NASCAR's chaotic merry-go-round is about to take its last ride at Homestead-Miami Speedway, where four contestants will take a spin Sunday trying to become the 2014 Sprint Cup champion.
The new rules of engagement do have a bit of a game-show feel, with three elimination rounds that began with 16 drivers. It's now down to four after nine frantic weeks of dramatic twists and turns, and the occasional melee along pit road. So step right up, Kevin Harvick, Joey Logano, Denny Hamlin and Ryan Newman, and give it a whirl.
That's not the lineup most folks expected. One of them will become a first-time Cup champion. The most notable drivers bounced from the "Championship 4" include Brad Keselowski, who has a season-high six victories in 35 races. There's no Jeff Gordon, with four victories and 14 top-five finishes.
But you will find Newman, who has yet to win a race this season.
Such are the dynamics of the elimination rounds. While Gordon and Keselowski were playing bumper cars in Texas going for a victory that would secure advancing to the final round, Newman was a little farther back, staying out of trouble. That's how he has rolled most of the season.
So maybe it's a tad confusing that in season where NASCAR put a premium on winning, the champion may leave the track without a victory (all Newman has to do is finish ahead of the other three contenders).
"A championship is still a championship, and the trophy doesn't have the number of wins underneath it," Newman said. "If we win the championship, that would be great in any form or fashion."
Newman didn't do anything unethical to get here, even though some fans may take umbrage with Newman's last-lap bump of Kyle Larson in Phoenix, which sent Larson's car into the wall, allowing Newman to gain the one crucial point that put him ahead of Gordon for the final spot.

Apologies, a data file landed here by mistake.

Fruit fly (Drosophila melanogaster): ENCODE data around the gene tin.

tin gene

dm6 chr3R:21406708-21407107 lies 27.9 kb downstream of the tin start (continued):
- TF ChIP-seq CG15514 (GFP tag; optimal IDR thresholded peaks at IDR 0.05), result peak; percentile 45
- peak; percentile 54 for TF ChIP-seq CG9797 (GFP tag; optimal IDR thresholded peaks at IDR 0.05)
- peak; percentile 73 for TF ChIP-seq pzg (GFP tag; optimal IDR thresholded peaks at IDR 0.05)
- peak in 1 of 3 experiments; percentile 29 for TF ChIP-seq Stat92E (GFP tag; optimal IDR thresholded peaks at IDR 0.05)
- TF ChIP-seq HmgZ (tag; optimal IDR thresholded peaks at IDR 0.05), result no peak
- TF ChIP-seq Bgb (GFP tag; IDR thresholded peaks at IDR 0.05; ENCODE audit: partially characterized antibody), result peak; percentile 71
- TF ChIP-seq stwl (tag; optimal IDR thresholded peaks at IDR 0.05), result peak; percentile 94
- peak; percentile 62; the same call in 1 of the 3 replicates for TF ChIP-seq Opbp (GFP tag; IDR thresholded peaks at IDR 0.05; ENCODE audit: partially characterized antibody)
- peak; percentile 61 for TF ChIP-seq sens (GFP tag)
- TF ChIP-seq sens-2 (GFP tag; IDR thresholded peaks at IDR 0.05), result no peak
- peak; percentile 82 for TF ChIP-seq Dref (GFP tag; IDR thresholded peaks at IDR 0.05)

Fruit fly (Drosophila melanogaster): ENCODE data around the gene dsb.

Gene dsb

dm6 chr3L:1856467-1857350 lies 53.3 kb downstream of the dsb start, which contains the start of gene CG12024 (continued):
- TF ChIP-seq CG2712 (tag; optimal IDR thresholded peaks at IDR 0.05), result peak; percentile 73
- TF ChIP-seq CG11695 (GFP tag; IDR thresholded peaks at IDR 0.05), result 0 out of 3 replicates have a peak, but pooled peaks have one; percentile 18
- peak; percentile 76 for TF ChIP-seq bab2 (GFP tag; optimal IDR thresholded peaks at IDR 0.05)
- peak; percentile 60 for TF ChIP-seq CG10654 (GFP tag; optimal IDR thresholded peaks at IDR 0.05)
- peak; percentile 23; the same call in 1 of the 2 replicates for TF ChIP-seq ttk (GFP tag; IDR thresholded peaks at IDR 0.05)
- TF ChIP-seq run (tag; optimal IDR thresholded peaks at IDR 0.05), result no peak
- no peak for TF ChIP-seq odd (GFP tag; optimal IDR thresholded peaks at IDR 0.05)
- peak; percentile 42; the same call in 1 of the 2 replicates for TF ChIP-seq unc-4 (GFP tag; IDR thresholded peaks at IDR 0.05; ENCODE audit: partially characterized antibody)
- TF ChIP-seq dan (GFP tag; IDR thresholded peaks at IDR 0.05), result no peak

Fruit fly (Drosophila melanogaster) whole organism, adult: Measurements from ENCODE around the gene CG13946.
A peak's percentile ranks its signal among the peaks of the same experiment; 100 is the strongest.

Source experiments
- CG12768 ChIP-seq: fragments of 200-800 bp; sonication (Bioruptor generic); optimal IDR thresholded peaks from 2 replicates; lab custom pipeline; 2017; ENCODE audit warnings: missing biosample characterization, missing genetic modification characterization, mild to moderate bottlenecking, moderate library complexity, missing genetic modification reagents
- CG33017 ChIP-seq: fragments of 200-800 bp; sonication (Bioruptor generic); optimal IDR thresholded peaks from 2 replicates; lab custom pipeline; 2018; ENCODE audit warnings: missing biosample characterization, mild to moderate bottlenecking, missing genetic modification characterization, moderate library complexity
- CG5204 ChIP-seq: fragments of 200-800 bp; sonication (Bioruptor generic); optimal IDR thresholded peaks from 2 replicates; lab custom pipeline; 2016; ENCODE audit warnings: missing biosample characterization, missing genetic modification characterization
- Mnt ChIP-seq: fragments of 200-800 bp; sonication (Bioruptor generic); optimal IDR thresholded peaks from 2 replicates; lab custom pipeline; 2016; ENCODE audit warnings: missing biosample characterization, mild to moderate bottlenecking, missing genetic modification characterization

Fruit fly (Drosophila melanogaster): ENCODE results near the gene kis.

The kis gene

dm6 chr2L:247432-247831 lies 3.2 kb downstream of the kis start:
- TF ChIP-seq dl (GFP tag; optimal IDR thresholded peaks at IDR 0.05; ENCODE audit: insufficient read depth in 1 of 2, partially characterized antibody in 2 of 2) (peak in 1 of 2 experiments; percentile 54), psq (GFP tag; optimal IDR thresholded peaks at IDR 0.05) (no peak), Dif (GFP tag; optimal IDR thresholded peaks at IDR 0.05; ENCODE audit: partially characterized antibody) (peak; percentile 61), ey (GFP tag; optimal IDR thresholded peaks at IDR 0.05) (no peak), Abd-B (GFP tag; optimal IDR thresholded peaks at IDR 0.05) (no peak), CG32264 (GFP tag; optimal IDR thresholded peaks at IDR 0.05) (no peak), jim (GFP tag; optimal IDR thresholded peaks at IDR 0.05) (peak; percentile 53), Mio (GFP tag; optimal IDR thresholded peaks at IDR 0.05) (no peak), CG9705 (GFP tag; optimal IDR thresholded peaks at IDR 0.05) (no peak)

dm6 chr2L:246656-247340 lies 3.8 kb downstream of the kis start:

"You got to give Newman credit," Gordon said. "He deserves to be there."
Gordon says there could be a better way to advance in the elimination rounds. He suggests having a separate scoring system for the 16 contenders, apart from the other drivers, in which the highest finisher in the first round would get 16 points, and the lowest would get one. The highest finisher of races in the next round would earn eight points, and so forth.
"Everybody feels like you should be able to have a bad race or a bad moment and still find a way to make it," Gordon said.
Despite Gordon's impeccable resume, his scope of influence is limited. Brian France, NASCAR's chairman and chief executive, gave the new format rave reviews Friday, hinting only at slight tweaks in the system moving forward.
"It's all about the balance," he said. "We're not going to be able to have a system — and we don't want a system — that ignores consistency. There's 43 teams who all compete every weekend on the same track.
"It's not a basketball tournament or something else, obviously; it's auto racing. So we need to reflect the idea of consistency. The question is: 'Do we have the right balance?' And I would say that unmistakably we do."
NASCAR isn't going to quibble about the circumstances involving the Final Four. It has been great for business, as interest and intensity have amped up during the elimination rounds. It seemed that Keselowski was intent on banging into every car that got in his way, and every driver wanted a piece of Keselowski in postrace cool-downs that turned into hot messes.
NASCAR got what it wanted, including the possibility of a winless champion.
"In a very self-serving and selfish manner, I say that I'd like the wins to amount for more, but I don't know how to do that," Keselowski said. "We can always add more layers to everything we do but I'm not sure that makes everything better."